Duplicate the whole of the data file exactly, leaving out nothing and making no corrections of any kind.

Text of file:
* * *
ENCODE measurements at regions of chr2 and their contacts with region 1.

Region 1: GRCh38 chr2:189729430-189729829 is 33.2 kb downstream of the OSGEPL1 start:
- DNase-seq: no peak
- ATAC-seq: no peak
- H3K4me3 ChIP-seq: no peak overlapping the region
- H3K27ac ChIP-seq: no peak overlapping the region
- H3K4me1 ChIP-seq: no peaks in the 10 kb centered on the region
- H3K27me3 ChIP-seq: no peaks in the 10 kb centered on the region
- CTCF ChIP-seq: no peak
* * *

ENCODE measurements at regions of chr2 and their contacts with region 1.

Region 1: GRCh38 chr2:189729430-189729829 is 33.2 kb downstream of the OSGEPL1 start:
- DNase-seq: no peak
- ATAC-seq: no peak
- H3K4me3 ChIP-seq: no peak overlapping the region
- H3K27ac ChIP-seq: no peak overlapping the region
- H3K4me1 ChIP-seq: no peaks in the 10 kb centered on the region
- H3K27me3 ChIP-seq: no peaks in the 10 kb centered on the region
- CTCF ChIP-seq: no peak